THE ATARIS, Columbus, Dead Joe. Fowlers Live, Adelaide. 09-06-2016.

Words Will Oakeshott.

The Ataris June 2016Maybe it’s just the pathway this writer has been fortunate enough to undertake but ’90s punk is an amazing facet I can include as part of my résumé and upbringing. There is an energy, life-force and rejuvenation which this art-form carries especially within this era of time. For those lucky enough to have experienced this period, they would hopefully also have an instant injection of adrenaline with such a prolific sound and lifestyle. Then again, since Australia has one of the most remarkable surf and skate cultures in the world, essentially this headline band’s touring schedule of our fine nation was more of an enjoyable necessity than an occupation, for all involved.

Local goth-punk trio Dead Joe were called upon to open this event and unfortunately the detriment of an early time-slot equated to only 15 observers being present for their performance. It’s of no surprise or mystery that Dead Joe really like The Misfits, excessively as a matter of fact; this adoration blatantly shines throughout the three-piece’s tracks. Showcasing songs from their LP Carry Me Home which is basically a collection of all songs the band have released in their history; the show was polite but not particularly inspiring (understandably due to low crowd numbers). The addition of Mikey Valentine as a new member is a nice touch though.

Recent UNFD signees Brisbane’s Columbus had the honour of main support for this tour and these young men quickly proved that they have the songwriting chops to earn such an opportunity. Channeling the sadly now defunct excellent alternative punk band The Swellers at times, the trio are able to combine a gruff hard hitting punk recipe with just enough pop melody to engage the listener entirely. Their songwriting is of a maturity which bands are at times unable to achieve; their live show however, needs refinement. Although their beautifully awkward stage swagger was charming, it evoked a slight inelegance. ‘Toss & Turn’ and ‘Downsides Of Being Honest’ were highlights especially with the growing audience (which woefully was still somewhat minute), but it was the tracks from the three-piece’s recently recorded debut album which enchanted Adelaide. Keep an eye and ear out for Columbus; surely this is just the beginning to a very promising future.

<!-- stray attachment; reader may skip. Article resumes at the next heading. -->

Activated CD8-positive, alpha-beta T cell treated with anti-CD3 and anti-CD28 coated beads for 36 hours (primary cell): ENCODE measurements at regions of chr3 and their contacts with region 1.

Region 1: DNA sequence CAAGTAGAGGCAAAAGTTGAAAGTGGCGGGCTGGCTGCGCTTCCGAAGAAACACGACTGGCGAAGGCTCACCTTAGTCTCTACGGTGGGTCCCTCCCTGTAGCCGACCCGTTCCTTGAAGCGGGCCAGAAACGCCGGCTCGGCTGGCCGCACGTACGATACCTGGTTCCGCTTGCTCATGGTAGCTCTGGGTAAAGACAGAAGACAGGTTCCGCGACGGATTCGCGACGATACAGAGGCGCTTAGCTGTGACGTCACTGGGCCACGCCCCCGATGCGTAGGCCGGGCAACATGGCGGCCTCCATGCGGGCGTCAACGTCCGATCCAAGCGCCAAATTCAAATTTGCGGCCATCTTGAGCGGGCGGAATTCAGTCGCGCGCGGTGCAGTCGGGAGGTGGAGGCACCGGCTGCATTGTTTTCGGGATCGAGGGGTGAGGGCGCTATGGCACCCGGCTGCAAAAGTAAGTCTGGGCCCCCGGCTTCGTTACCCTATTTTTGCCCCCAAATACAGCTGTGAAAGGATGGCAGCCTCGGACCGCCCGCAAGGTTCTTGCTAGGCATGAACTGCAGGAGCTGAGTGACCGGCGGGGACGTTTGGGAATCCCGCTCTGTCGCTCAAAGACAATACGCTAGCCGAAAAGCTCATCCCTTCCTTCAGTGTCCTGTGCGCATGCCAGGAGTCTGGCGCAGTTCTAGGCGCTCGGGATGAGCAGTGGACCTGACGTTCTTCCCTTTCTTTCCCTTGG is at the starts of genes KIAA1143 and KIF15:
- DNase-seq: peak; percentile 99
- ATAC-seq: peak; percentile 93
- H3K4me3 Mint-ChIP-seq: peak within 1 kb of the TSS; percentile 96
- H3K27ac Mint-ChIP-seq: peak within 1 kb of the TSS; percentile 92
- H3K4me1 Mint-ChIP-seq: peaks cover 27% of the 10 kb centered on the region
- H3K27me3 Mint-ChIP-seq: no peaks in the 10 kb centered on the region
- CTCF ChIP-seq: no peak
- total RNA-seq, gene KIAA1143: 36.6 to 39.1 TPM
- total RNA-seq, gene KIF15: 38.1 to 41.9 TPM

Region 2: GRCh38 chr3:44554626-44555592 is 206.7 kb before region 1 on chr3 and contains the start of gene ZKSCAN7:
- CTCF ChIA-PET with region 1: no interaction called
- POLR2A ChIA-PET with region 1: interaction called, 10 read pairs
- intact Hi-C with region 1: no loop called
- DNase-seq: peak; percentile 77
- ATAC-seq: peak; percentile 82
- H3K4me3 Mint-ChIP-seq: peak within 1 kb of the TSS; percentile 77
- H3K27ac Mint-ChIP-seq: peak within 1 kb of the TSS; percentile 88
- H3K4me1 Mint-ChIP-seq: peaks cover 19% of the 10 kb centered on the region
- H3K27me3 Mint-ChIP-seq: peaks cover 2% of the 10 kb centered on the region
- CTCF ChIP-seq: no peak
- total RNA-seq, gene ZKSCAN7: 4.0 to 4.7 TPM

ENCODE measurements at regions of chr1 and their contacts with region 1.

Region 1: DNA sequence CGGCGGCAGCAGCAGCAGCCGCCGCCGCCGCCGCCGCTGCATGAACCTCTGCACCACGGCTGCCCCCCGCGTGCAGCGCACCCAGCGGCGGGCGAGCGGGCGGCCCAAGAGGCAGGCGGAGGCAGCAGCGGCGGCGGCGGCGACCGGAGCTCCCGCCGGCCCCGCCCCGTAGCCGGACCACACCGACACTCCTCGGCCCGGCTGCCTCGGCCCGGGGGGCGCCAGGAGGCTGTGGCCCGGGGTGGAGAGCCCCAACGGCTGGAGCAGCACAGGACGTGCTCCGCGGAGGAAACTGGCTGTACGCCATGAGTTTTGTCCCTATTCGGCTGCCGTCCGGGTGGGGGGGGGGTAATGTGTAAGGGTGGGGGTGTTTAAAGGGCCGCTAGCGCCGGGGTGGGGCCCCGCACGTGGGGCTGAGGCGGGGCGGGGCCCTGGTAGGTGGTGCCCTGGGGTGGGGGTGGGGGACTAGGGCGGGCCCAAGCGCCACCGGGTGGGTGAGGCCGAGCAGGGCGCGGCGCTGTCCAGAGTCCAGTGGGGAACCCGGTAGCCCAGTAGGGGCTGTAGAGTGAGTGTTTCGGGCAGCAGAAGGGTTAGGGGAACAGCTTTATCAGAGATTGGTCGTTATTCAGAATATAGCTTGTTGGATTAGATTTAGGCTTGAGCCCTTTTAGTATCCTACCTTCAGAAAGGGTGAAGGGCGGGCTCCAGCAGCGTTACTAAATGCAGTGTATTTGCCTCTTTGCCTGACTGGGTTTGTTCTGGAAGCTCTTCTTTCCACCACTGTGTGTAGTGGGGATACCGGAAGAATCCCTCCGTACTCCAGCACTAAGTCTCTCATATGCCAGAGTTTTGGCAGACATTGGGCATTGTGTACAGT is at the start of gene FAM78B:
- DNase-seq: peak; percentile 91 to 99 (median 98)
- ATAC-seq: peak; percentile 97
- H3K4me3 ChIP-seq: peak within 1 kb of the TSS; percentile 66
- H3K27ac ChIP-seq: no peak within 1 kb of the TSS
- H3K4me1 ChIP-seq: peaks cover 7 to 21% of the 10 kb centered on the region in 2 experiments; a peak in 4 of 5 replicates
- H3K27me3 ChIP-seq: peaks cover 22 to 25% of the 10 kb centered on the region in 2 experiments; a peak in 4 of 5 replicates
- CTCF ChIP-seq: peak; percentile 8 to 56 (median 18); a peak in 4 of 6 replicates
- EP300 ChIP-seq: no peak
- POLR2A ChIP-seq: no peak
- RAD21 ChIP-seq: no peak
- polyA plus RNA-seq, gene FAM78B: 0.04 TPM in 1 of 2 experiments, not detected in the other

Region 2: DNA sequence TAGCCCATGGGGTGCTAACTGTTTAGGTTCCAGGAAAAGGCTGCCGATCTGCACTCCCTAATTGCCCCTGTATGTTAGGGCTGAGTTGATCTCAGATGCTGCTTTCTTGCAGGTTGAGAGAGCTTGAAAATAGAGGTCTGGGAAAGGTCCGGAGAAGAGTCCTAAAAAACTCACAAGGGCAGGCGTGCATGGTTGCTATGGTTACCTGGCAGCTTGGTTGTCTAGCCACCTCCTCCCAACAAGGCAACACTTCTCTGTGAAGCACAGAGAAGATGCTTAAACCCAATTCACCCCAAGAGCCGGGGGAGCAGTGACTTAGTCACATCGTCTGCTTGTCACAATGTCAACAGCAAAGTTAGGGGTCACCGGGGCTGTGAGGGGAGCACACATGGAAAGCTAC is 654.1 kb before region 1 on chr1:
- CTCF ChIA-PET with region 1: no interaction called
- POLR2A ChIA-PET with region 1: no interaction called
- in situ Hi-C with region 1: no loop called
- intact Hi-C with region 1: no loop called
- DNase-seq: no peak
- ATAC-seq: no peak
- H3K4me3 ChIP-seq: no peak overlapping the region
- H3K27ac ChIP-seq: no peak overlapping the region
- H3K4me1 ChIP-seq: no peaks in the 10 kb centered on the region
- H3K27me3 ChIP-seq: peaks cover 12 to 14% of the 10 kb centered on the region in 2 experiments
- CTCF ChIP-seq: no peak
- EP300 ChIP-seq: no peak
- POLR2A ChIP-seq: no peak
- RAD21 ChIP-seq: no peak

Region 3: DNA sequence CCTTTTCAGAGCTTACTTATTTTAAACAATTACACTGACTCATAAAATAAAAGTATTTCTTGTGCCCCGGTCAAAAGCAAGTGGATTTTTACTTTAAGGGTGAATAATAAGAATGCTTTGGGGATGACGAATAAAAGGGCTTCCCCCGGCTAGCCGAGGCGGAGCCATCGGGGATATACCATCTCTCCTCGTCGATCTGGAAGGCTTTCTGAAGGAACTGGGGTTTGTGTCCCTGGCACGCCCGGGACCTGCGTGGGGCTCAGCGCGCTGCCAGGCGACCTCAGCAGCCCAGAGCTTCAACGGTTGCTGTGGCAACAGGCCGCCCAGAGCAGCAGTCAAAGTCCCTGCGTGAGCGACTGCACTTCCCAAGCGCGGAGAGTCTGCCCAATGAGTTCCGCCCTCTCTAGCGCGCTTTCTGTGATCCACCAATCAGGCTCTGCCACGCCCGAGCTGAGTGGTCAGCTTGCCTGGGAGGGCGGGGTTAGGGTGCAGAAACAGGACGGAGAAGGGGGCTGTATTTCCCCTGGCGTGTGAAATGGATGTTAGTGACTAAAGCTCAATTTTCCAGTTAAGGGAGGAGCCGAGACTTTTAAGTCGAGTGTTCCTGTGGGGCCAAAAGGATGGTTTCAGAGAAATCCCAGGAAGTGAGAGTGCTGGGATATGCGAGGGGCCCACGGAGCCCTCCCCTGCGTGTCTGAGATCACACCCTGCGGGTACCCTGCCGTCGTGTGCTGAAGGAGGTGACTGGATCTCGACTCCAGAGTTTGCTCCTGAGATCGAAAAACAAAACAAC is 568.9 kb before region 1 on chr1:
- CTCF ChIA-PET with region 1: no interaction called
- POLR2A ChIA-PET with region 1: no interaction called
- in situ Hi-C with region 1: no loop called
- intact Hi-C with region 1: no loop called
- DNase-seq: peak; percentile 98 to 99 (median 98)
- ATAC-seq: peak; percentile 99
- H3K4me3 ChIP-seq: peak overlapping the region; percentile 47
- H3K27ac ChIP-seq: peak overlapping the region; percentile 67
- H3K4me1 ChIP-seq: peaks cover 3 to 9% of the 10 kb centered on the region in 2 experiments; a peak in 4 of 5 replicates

The first words that Kristopher Roe announced to Adelaide when he climbed onto the stage was that he was regrettably suffering from bronchitis; but not one to dampen spirits he admitted quickly it wasn’t going to stop him and he was just going to require louder sing-alongs from South Australia. This scribe is delighted to admit that almost every attendee was very happy to oblige. Credit to Mr. Roe, as the sole remaining original member of The Ataris, he has kept his punk rock dream alive amongst all the turmoil he has experienced as a person and a musician. Those struggles were ready to be tossed to the side as it was time to celebrate the outfit’s most prestigious records Blue Skies, Broken Hearts...Next 12 Exits and So Long, Astoria. To start: ‘In This Diary’ and while Kris and his four other merry men excitedly pranced around the Fowlers stage, Adelaide belted out their favourite verses and choruses in joyous harmony. ‘Unopened Letter To The World’, a country driven take on ‘The Hero Dies In This One’, ‘Takeoffs And Landings’, ‘Boxcar’, the beloved ‘San Dimas High School Football Rules’, ‘The Saddest Song’, the amazing ‘Boys Of Summer’ cover, ‘Summer ‘79’, ‘Looking Back On Today’ and ‘Eight Of Nine’ made up the set-list which was a superb joint sing-along party and exceptionally charming considering the circumstances.

Rather astonishingly an encore was undertaken with Mr. Roe playing an acoustic ballad he wrote to his new fiancée entitled ‘Hardest Goodbyes’ and then to close ‘I Won’t Spend Another Night Alone’. It may have been far from perfect, but with a timeless arsenal of songs that demand this level of adoration worldwide and have for well over a decade, perfection is a dream which requires no reality, especially in punk rock. So when can the world hear that sixth full-length record Kristopher Lee Roe?

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